February 19, 2015
The Chicago Public Schools audited financial statements for fiscal year 2014 released last week indicate the deterioration of the District’s fiscal condition continued through the end of FY2014. The District’s most recent Comprehensive Annual Financial Report (CAFR) reports ending FY2014 with an operating funds deficit of $513 million, which it closed using fund balance. This deficit was smaller than the $642 million budget gap that was anticipated when the District released its FY2015 budget, but over four times the size of the FY2013 year-end deficit of $120 million. Additionally, fund balance levels declined for the second year in a row, falling from 18.5% in FY2012 to 6.5% in FY2014.
This blog discusses two central elements of the District’s FY2014 finances: the timing of second installment property tax bills and the District’s ratio of operating fund balance to operating expenditures.
Revenue Recognition Period
A controversial aspect of the FY2015 CPS budget is not reflected in the FY2014 audited financial statements. In 2014—for the third consecutive year—second installment Cook County property tax bills were sent out on time. Over the previous thirty years, second installment bills had generally been due several months later than the statutory deadline of August 1st. Accounting rules state that the District must include revenues received within 30 days of the end of the fiscal year (June 30th) as revenue for that fiscal year. This means that property tax revenue received July 1-July 30 in 2014 must be counted as FY2014 revenue rather than FY2015 revenue even though it was received after the start of the 2015 fiscal year. Up until July 1, 2012, the 30-day revenue recognition period had little effect on the District’s finances because little to no property tax revenue was received in July.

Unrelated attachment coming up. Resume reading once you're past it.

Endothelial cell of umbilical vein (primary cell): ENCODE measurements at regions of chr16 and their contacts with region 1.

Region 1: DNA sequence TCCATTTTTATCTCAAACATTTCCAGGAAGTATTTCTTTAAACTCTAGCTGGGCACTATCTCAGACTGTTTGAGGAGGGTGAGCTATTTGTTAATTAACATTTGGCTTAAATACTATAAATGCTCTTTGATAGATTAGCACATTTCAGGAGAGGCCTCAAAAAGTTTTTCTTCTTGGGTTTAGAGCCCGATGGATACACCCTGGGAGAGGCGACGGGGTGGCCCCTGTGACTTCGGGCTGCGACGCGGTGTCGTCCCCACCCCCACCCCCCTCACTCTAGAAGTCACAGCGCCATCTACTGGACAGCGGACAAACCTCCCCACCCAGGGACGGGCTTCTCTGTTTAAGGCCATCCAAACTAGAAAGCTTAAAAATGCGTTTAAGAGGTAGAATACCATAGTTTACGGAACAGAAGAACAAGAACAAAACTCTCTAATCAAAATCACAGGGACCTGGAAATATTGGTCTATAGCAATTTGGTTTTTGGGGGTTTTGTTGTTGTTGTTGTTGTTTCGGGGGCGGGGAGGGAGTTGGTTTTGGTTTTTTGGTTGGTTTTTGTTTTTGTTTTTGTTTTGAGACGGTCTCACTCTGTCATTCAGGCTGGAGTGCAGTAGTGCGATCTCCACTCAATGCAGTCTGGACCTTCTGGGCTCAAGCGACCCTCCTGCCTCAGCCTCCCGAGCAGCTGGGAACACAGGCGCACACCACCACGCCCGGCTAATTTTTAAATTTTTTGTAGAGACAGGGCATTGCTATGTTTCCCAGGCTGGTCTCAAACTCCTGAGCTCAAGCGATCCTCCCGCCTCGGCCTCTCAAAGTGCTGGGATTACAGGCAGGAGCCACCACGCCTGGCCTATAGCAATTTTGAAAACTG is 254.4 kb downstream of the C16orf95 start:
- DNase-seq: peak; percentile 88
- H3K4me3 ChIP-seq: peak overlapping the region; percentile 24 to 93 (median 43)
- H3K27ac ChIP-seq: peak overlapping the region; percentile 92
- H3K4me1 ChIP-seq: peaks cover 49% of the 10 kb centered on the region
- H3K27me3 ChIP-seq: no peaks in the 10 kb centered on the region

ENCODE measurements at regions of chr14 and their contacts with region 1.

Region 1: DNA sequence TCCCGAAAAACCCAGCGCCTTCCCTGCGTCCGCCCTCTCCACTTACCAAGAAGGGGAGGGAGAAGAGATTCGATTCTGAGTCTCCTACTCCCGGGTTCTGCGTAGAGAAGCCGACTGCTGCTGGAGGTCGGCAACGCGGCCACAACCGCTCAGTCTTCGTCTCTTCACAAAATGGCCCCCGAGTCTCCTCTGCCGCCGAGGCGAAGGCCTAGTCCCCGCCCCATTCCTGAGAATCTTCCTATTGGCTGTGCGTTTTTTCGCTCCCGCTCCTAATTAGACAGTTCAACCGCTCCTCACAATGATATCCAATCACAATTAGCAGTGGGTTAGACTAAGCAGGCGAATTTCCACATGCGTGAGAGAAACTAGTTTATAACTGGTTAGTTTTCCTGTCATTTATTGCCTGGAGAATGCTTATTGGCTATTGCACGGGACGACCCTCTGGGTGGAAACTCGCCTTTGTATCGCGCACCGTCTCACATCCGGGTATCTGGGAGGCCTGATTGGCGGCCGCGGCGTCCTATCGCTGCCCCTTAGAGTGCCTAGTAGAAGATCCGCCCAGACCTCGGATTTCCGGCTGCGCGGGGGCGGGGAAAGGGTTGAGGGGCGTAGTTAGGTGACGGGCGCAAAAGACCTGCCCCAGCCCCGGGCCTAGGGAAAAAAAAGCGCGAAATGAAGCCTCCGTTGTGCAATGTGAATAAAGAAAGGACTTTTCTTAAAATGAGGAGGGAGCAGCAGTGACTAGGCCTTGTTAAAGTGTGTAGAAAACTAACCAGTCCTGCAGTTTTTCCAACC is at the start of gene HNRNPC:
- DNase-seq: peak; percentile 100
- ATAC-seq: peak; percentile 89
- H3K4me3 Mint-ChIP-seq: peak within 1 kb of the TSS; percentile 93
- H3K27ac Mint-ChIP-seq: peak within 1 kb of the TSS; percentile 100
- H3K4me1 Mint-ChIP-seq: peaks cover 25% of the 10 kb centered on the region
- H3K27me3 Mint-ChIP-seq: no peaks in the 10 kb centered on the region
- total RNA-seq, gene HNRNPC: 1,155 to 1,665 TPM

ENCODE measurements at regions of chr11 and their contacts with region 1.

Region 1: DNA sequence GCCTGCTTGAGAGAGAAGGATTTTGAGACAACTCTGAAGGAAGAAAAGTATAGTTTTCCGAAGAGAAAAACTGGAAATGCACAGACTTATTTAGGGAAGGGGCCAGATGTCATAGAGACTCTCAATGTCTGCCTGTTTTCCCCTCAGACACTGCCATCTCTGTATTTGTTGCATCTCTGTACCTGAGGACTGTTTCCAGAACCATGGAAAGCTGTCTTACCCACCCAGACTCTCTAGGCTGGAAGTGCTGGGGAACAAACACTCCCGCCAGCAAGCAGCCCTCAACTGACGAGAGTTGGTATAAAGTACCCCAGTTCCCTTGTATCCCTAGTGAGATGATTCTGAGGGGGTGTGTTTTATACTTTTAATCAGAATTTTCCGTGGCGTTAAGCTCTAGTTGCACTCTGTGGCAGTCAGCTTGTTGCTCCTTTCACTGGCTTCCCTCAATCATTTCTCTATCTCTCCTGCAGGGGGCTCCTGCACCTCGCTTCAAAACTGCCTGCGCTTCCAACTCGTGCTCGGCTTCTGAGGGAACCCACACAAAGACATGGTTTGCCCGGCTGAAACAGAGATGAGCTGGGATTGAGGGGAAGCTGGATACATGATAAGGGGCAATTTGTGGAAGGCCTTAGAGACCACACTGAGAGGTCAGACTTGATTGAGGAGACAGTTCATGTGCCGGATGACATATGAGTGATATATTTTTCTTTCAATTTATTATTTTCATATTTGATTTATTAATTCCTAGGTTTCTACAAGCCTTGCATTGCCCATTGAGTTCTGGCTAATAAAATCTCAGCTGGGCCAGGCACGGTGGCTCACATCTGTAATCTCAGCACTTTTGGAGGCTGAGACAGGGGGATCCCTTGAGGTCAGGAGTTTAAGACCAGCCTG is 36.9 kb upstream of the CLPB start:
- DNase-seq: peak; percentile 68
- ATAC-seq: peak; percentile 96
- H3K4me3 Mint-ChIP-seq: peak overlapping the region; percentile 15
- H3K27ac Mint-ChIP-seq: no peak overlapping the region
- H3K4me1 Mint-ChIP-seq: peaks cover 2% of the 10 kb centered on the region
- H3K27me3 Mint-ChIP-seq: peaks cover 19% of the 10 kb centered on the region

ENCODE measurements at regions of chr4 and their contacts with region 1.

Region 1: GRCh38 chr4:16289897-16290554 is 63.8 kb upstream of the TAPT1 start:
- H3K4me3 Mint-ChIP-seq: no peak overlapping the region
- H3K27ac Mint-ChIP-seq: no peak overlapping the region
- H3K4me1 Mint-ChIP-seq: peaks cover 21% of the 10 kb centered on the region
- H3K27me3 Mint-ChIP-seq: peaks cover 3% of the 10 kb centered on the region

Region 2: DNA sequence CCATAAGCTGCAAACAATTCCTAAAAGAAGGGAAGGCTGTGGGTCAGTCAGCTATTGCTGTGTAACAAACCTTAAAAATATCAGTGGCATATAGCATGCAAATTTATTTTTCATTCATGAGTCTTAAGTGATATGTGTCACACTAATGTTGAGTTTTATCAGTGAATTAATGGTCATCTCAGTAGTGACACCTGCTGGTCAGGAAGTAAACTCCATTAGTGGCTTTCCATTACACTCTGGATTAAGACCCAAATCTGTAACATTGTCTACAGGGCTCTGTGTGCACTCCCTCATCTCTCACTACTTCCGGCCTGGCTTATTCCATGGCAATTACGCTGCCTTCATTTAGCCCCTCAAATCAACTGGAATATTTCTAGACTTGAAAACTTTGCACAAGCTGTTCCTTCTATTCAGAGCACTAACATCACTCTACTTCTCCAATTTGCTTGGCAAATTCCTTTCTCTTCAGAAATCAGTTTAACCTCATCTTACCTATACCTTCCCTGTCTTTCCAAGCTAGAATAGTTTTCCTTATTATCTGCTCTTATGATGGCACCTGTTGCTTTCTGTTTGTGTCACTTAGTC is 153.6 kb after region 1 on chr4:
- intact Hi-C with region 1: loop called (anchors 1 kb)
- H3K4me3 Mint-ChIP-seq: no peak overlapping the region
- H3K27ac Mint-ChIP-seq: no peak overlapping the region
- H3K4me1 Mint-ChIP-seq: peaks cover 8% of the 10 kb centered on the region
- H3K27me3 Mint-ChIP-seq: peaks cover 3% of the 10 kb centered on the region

However, in 2012 Cook County, sent the second installment tax year 2011 property tax bills out on time for the first time in over 30 years, with a due date of August 1, 2012. This means that year and each subsequent year the District has received a large amount of revenue during the revenue recognition period.
As long as Cook County property tax bills are sent out on time, CPS will now collect hundreds of millions of dollars in revenue during the summer and started to budget based on that fact in FY2014. The District made another change based on the assumption that on-time property tax bills will continue. The District made the decision to extend its revenue recognition period from 30 days to 60 days to be able to access revenues collected in that period in the prior fiscal year. This change, however, is not reflected in the FY2014 CAFR. The change to the revenue recognition period is for FY2015 will be reflected in a restatement of FY2014 finances in the FY2015 CAFR.
Audited Fund Balance
A complete ten-year trend analysis of the District’s fund balance ratio including the most recent FY2014 numbers is not possible because data for FY2011 and beyond has been classified differently. Data after FY2011 reflect the implementation of GASB 54, which changed the guidelines for how governments should report fund balances.
The following chart presents unrestricted fund balance for FY2011 – FY2014. In this exhibit, the District’s net resources including self-imposed constraints amount to $351.7 million, or 6.5% of general fund expenditures in FY2014. These resources include those assigned for commitments and contracts, $87.1 million, and appropriated fund balance (the amount CPS plans to use to close its budget deficit), $267.7 million. From FY2013 to FY2014 the District’s ratio of Unrestricted General Fund Fund Balance to General Fund expenditures decreased by eleven percentage points. This huge drop in fund balance is due to the District's use of fund balance to close a deficit caused in part by the expiration of the partial pension payment holiday in FY2014.